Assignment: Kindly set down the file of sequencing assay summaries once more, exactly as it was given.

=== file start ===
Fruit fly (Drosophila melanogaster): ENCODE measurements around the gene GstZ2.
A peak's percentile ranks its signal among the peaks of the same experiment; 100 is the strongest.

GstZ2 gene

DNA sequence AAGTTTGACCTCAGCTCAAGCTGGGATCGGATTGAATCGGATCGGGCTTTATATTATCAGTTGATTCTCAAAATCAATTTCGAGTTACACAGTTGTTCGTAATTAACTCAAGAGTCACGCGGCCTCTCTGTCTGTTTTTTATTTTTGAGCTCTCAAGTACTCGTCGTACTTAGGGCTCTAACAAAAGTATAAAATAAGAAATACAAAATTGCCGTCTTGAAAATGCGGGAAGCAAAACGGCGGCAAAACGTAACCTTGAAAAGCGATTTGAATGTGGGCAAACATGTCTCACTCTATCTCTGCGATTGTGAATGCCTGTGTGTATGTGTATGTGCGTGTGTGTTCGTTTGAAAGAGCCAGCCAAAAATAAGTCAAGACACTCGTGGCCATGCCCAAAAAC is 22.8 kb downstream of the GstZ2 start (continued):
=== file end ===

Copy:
Fruit fly (Drosophila melanogaster): ENCODE measurements around the gene GstZ2.
A peak's percentile ranks its signal among the peaks of the same experiment; 100 is the strongest.

GstZ2 gene

DNA sequence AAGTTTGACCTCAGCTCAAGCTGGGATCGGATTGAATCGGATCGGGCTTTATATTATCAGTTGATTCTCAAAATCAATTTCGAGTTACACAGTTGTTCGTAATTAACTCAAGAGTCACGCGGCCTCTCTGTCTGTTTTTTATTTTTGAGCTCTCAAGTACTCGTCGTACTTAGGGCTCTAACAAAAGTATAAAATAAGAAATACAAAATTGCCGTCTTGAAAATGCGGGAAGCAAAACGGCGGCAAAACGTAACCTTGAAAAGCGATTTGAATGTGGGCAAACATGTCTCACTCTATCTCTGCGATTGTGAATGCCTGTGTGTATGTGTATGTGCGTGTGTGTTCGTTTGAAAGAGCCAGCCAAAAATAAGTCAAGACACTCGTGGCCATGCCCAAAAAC is 22.8 kb downstream of the GstZ2 start (continued):